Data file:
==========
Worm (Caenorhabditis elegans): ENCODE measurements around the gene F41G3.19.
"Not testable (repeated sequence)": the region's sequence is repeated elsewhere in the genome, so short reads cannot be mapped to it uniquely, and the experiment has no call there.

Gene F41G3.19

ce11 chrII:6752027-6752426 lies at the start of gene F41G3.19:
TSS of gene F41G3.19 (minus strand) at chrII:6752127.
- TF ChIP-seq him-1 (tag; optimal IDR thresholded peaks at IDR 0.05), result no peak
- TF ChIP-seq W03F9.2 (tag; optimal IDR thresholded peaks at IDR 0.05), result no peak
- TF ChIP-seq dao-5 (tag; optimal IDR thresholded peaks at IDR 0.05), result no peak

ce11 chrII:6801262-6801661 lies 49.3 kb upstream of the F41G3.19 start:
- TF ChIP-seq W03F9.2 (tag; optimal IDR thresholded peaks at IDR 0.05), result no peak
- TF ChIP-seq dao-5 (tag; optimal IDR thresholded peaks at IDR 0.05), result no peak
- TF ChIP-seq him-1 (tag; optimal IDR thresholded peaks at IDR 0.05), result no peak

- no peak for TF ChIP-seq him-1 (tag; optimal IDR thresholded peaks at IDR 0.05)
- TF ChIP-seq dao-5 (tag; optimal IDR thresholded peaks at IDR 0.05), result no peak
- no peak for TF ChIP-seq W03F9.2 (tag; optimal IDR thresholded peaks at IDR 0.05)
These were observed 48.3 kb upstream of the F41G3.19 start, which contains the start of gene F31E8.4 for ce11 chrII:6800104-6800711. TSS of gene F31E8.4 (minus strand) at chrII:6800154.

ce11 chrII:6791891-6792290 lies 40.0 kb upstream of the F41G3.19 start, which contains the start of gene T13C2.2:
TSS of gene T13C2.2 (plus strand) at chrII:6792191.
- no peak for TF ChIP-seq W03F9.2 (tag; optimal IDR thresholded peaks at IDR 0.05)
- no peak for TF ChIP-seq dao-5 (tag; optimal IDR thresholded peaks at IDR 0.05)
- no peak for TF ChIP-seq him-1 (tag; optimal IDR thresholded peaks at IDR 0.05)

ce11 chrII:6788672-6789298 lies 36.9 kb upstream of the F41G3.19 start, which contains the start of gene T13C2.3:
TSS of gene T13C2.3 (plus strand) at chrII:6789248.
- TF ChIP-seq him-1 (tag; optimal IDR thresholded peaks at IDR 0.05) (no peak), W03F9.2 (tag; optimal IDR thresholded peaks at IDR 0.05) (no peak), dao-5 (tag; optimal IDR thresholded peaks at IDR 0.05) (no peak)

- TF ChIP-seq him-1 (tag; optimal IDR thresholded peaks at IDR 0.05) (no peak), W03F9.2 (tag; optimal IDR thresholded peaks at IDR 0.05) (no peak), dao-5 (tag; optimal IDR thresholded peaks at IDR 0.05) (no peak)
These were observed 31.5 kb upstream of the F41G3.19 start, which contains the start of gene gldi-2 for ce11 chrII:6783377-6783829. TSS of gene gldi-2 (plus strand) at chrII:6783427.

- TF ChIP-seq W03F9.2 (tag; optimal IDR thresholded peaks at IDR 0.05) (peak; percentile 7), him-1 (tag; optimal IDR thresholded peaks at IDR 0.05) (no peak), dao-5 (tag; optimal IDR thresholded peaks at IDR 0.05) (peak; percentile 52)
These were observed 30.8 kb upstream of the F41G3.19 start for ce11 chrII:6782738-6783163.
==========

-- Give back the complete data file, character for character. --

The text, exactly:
Worm (Caenorhabditis elegans): ENCODE measurements around the gene F41G3.19.
"Not testable (repeated sequence)": the region's sequence is repeated elsewhere in the genome, so short reads cannot be mapped to it uniquely, and the experiment has no call there.

Gene F41G3.19

ce11 chrII:6752027-6752426 lies at the start of gene F41G3.19:
TSS of gene F41G3.19 (minus strand) at chrII:6752127.
- TF ChIP-seq him-1 (tag; optimal IDR thresholded peaks at IDR 0.05), result no peak
- TF ChIP-seq W03F9.2 (tag; optimal IDR thresholded peaks at IDR 0.05), result no peak
- TF ChIP-seq dao-5 (tag; optimal IDR thresholded peaks at IDR 0.05), result no peak

ce11 chrII:6801262-6801661 lies 49.3 kb upstream of the F41G3.19 start:
- TF ChIP-seq W03F9.2 (tag; optimal IDR thresholded peaks at IDR 0.05), result no peak
- TF ChIP-seq dao-5 (tag; optimal IDR thresholded peaks at IDR 0.05), result no peak
- TF ChIP-seq him-1 (tag; optimal IDR thresholded peaks at IDR 0.05), result no peak

- no peak for TF ChIP-seq him-1 (tag; optimal IDR thresholded peaks at IDR 0.05)
- TF ChIP-seq dao-5 (tag; optimal IDR thresholded peaks at IDR 0.05), result no peak
- no peak for TF ChIP-seq W03F9.2 (tag; optimal IDR thresholded peaks at IDR 0.05)
These were observed 48.3 kb upstream of the F41G3.19 start, which contains the start of gene F31E8.4 for ce11 chrII:6800104-6800711. TSS of gene F31E8.4 (minus strand) at chrII:6800154.

ce11 chrII:6791891-6792290 lies 40.0 kb upstream of the F41G3.19 start, which contains the start of gene T13C2.2:
TSS of gene T13C2.2 (plus strand) at chrII:6792191.
- no peak for TF ChIP-seq W03F9.2 (tag; optimal IDR thresholded peaks at IDR 0.05)
- no peak for TF ChIP-seq dao-5 (tag; optimal IDR thresholded peaks at IDR 0.05)
- no peak for TF ChIP-seq him-1 (tag; optimal IDR thresholded peaks at IDR 0.05)

ce11 chrII:6788672-6789298 lies 36.9 kb upstream of the F41G3.19 start, which contains the start of gene T13C2.3:
TSS of gene T13C2.3 (plus strand) at chrII:6789248.
- TF ChIP-seq him-1 (tag; optimal IDR thresholded peaks at IDR 0.05) (no peak), W03F9.2 (tag; optimal IDR thresholded peaks at IDR 0.05) (no peak), dao-5 (tag; optimal IDR thresholded peaks at IDR 0.05) (no peak)

- TF ChIP-seq him-1 (tag; optimal IDR thresholded peaks at IDR 0.05) (no peak), W03F9.2 (tag; optimal IDR thresholded peaks at IDR 0.05) (no peak), dao-5 (tag; optimal IDR thresholded peaks at IDR 0.05) (no peak)
These were observed 31.5 kb upstream of the F41G3.19 start, which contains the start of gene gldi-2 for ce11 chrII:6783377-6783829. TSS of gene gldi-2 (plus strand) at chrII:6783427.

- TF ChIP-seq W03F9.2 (tag; optimal IDR thresholded peaks at IDR 0.05) (peak; percentile 7), him-1 (tag; optimal IDR thresholded peaks at IDR 0.05) (no peak), dao-5 (tag; optimal IDR thresholded peaks at IDR 0.05) (peak; percentile 52)
These were observed 30.8 kb upstream of the F41G3.19 start for ce11 chrII:6782738-6783163.